I have to admit that up to now I simply haven't been able to do ANYTHING with the CAN-bus shield. I've been trying each and every popular and less popular libraries around. Unfortunately they all seem to be designed to work specifically with the OBD port.
I also have to understand if the iDrive knob device needs to be initialised somehow, or if it simply starts sending messages when a user interacts with its physical sensors. For that I need to sniff the network.
Will keep posting :)


It might be worth investing in a cheap logic analyser that can capture and decode the CAN bus data. I don't have/use CAN but a sample of the decode is below.
I might seem like an idiot but remember it takes one to know one.
Forum user generally fall into three categories (the good, the bad & the a**hole) what category do you fit in?


Hi Riva!

The point is that I don't want to throw money at a CANalyzer (most are extremely expensive, in my wallet's own words!) when I could/should be able to see traffic with my Arduino.

I guess it's just something that people haven't been willing to fiddle with and comment about that much.
But I am determined to find out how in the earth it works!



The point is that I don't want to throw money at a CANalyzer (most are extremely expensive, in my wallet's own words!) when I could/should be able to see traffic with my Arduino.

You can get logic analysers very cheap though the one I linked to is a bit more expensive at 33 Euros.
Maybe you would have been better off with a DUE as I think it has CAN bus built in.
I might seem like an idiot but remember it takes one to know one.
Forum user generally fall into three categories (the good, the bad & the a**hole) what category do you fit in?


I have both the UNO + CAN-bus shield and the DUE (and a UDOO Board which integrates a DUE-compatible).

I have yet to start tinkering with the DUE, but in the meantime am using the UNO for work-related projects (for which I don't have much time, and thus have high priority).

What you are referring to, in the DUE, is the CAN Controller (which is embedded in the SAM3 micro controller), but by itself it is not equipped to be connected to a CAN bus: it still needs a CAN Transceiver. In fact I think the Arduino team didn't embed one because they don't wish to incentivate automotive projects (which are at high risk of injure or death)... it's simply a feature that came with the micro controller that they picked for the DUE.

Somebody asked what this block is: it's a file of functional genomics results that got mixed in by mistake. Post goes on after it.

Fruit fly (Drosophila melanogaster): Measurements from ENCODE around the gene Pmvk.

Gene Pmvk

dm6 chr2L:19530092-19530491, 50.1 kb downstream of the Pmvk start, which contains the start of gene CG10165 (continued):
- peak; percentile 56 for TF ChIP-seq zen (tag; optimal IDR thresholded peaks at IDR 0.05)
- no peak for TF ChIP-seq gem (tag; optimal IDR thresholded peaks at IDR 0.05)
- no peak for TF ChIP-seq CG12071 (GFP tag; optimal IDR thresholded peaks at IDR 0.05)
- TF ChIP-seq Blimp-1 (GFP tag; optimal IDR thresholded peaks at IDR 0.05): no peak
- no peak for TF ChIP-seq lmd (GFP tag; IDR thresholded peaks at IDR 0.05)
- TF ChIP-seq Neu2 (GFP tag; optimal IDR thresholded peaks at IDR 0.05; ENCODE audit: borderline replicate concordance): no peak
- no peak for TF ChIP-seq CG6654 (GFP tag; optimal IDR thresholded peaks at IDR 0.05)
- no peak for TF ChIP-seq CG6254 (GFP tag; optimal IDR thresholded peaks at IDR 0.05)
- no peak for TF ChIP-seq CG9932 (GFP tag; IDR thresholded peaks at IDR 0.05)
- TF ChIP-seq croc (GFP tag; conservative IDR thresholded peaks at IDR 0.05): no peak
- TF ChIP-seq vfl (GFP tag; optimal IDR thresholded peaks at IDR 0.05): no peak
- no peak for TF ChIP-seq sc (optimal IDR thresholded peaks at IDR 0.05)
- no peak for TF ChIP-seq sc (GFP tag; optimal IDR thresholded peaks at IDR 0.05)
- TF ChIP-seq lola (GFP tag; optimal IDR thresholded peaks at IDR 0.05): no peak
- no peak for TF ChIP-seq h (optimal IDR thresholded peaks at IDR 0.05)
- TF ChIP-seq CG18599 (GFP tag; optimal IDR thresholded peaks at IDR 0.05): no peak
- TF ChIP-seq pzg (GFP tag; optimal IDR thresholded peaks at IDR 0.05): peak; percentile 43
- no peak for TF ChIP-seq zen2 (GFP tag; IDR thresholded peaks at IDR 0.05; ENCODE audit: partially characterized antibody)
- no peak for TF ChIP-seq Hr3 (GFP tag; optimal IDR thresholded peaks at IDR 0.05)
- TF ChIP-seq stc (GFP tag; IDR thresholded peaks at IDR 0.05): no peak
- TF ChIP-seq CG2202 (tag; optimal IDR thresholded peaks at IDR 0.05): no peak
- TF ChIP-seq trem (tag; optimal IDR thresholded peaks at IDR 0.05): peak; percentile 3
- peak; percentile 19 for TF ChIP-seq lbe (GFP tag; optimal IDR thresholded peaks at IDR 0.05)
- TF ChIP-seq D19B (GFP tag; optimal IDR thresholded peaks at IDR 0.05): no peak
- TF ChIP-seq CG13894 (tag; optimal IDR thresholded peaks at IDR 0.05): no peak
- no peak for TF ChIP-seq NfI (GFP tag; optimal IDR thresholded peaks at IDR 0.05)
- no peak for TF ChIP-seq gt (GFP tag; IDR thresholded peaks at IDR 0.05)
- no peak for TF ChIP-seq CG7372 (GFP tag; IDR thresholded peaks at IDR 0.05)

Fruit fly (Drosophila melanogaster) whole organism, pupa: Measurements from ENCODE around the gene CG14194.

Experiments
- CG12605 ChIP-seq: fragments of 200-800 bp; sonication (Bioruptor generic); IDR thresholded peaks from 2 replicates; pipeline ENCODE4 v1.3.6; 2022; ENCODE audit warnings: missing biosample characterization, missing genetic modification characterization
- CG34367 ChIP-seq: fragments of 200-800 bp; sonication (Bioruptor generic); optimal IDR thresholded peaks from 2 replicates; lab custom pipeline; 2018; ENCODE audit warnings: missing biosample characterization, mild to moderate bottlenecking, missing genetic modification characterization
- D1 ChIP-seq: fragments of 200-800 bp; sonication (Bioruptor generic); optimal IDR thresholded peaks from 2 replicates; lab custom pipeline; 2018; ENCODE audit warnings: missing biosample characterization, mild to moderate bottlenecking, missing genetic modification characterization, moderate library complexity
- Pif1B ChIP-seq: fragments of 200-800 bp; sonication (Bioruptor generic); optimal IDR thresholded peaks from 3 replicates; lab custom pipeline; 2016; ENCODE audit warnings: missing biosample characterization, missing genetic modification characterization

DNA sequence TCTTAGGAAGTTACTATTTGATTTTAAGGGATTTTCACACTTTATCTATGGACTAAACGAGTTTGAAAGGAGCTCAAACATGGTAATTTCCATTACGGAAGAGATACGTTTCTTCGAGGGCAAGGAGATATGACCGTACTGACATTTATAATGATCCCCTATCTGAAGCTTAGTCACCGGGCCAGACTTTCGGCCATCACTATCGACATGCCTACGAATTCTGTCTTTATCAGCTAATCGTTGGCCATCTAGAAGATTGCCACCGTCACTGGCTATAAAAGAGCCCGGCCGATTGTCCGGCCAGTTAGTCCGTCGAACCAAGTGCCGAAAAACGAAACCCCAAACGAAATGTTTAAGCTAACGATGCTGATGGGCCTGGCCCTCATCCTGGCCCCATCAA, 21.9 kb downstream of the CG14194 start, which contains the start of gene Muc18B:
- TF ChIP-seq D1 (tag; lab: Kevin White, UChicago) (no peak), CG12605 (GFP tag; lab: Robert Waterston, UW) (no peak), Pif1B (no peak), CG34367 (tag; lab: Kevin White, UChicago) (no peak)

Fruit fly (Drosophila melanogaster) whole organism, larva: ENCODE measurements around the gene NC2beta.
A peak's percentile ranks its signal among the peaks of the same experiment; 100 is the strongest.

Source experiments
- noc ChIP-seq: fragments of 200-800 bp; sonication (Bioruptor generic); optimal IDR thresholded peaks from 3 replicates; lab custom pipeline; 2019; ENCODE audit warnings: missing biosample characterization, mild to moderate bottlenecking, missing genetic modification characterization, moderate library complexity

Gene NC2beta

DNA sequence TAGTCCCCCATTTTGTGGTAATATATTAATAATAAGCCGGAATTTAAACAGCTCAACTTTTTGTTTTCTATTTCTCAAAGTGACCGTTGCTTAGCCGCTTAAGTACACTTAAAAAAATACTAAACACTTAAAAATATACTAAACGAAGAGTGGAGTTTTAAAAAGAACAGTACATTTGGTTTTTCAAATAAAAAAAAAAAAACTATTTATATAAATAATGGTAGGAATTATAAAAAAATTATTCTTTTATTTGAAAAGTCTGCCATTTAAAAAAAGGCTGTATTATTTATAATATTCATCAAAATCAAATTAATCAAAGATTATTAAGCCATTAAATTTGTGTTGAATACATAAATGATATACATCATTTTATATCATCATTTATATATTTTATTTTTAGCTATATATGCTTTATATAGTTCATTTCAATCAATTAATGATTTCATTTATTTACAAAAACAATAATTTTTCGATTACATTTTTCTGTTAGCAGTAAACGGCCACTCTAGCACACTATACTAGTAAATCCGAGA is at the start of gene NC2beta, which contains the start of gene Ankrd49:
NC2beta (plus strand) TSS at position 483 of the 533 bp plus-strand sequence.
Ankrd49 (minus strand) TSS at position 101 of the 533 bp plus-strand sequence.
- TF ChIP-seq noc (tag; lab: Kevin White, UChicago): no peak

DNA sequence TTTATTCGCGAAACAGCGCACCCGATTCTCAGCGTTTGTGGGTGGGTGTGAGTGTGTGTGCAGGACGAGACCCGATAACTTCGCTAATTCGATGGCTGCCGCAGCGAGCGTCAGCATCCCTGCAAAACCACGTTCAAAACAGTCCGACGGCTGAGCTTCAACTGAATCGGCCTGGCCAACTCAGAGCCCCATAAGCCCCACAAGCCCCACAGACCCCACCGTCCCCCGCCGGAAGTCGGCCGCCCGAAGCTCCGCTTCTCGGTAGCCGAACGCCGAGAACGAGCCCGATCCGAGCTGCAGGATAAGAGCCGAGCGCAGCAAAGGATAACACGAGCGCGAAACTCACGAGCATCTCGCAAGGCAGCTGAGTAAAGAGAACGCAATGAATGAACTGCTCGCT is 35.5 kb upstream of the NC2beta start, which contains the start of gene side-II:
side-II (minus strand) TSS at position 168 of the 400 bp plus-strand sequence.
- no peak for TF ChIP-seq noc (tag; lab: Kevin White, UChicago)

Anyhow, I am at home, I have the parts, I just need to figure out how to make them work :)
A CANalyzer at the moment sounds redundant to me.

I'm quite new to arduino and really interested in this as well. my goal is to make the bmw iDrive controller somewhat work as a USB HID device using arduino - have you had any luck with this? Keep us posted :)


me too, any progress? i am thinking on buying an idrive CIC controller and test it also.

also for CAN sniffing or sending data for tests, you can use an ELM327 based device, even a 5$ china clone, but i prefer using Obdlink Sx because of the large buffer.
after you sniff the IDs of the Idrive Controller and the idrive unit you can easily filter data based on their IDs.


Best suggestion I could tell you is to go online and buy an elm327 device.. You can get them with Bluetooth,USB, or even serial connections.. Should be able to find one for less than $10.. You might not use it in your final project, but it sure will make attempting to communicate with the device a lot easier to start.. To get started just use the elm327 without the ardunio, use the atma command to start sniffing the data.. Add some filters as you narrow down what you need..

In fact I use these for my auto projects because I just can't beat the price for a canbus ready device.. Take one apart,unsolder the bluetooth card, solder in your data wires to the ardunio and you're done..


I red the post and I believe the iDrive knob is actually LIN-bus protocol not CAN-BUS, I can't locate the CAN node associated to the iDrive knob in the BMW diagram. I am interested if you managed to proxy the iDrive knob with LIN-bus.